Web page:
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Nineteenth Sunday in Ordinary Time – Year A




Nineteenth Sunday in Ordinary Time – Year A

There is a gentle but powerful message about presence in the readings of today. The Hebrew prophet Elijah comes to realise that the presence of God is not always perceived and rarely comes in the way the human mind might expect. Paul, writing to the Roman Christians, mentions how God became present to the Jewish people in the person of Jesus Christ. And in the gospel episode Jesus is a reassuring presence to the apostles who are panicking in the boat.


1 Kings 19:9. 11-13

The extract from the first book of Kings presents the prophet Elijah who has fled into the wilderness in order to escape from Jezebel, a Phoenician princess who became queen to King Ahab. Ahab reigned in Samaria over the northern kingdom of Israel in the years 871 to 852 B.C. (approx.). Jezebel attempted to introduce and expand the worship of the Canaanite god Baʽal and was strongly opposed by Elijah. When it came to a showdown between the prophets of Baʽal and Elijah to see whose god was the more powerful, Elijah won the contest and ordered the slaughter of the prophets of Baʽal, because the law of Deuteronomy prescribes the death penalty for prophets who advocate the worship of other gods. Furious over this incident, Jezebel threatened to kill Elijah, so the prophet fled into the desert. A messenger from God appeared to him and urged him to get further away so he walked on to Mt Horeb, which is often called the mount of God, although scholars dispute the location of this mountain. There the prophet took refuge in a cave.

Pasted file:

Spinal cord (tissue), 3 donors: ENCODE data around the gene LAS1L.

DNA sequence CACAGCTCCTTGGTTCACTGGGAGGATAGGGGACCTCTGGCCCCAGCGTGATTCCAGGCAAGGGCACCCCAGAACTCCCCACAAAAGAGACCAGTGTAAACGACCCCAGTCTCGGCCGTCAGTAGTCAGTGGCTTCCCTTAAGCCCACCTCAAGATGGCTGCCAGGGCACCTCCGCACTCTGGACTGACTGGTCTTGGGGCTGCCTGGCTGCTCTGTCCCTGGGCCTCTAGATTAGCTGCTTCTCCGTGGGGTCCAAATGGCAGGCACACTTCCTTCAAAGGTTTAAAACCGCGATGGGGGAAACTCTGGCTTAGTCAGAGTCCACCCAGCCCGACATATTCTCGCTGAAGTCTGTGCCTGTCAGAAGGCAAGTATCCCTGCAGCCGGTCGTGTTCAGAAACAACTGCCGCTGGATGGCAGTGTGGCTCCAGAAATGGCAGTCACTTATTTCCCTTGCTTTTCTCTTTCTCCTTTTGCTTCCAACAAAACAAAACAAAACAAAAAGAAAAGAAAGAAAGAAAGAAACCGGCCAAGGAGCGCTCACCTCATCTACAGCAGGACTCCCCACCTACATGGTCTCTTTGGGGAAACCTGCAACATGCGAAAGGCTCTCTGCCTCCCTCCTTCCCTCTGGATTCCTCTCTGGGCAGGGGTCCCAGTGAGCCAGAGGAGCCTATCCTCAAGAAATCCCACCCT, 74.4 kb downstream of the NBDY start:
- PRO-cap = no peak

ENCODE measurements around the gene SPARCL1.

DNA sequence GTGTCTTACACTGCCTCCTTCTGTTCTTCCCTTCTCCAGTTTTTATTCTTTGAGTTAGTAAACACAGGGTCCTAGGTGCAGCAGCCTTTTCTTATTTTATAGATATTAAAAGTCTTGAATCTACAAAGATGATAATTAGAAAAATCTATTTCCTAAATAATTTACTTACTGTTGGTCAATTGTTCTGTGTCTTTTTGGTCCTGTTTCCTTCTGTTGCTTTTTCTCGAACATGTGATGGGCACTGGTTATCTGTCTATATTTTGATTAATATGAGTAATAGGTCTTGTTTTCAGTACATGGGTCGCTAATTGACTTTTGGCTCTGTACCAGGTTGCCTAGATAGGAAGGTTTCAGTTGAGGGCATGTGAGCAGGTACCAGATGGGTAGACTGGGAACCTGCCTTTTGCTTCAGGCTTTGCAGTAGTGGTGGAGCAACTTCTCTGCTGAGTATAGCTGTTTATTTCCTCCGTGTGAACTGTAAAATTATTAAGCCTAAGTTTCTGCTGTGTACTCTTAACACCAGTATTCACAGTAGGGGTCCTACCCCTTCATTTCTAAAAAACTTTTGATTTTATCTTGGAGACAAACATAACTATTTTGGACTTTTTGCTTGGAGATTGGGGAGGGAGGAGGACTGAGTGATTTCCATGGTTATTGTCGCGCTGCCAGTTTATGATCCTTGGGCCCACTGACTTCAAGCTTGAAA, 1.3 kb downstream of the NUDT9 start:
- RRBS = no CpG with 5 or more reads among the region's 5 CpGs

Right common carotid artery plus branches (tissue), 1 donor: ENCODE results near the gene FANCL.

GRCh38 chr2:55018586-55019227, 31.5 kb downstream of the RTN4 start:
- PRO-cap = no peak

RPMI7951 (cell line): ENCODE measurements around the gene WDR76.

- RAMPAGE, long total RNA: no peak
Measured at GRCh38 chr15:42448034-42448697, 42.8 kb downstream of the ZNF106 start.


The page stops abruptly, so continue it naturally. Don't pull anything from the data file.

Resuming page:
The narrator then describes the heavenly messenger telling Elijah to stand at the mouth of the cave because God is about to pass by. We are then presented with a description of phenomena that traditionally accompany an epiphany, things like thunder and lightning, the blare of trumpets, strong wind, earthquake and fire. In this case we have a succession of a powerful wind, an earthquake and fire, but God was not present in any of these awe-inspiring events. Finally, there came the sound of a gentle whisper. The Hebrew (qol demama daqah) can also mean the sound of a soft silence.

Translating this as ‘the murmur of a gentle breeze’ also evokes the intensity of the scene that the writer is trying to create. The presence of God is quiet and unnoticed by those who are not mindful, and unprepared to welcome the Presence into their lives. Understanding God to be present, Elijah hid his face and opened his entire being to listen to the God to whom he had dedicated his whole life and his every activity.

The practice of mindfulness enables us to live in conscious appreciation of the divine presence

In Hebrew religious tradition, the presence of God in the world and among the people of Israel was expressed by the word Shekhinah, which means abiding, dwelling, settling in a place of choice because it is good to be there. Because it was believed that the Shekhinah dwelt only with the people of Israel the rabbis referred to a conversion to Judaism as ‘being brought under the wings of the Shekhinah’, that is, under the wings of the Presence.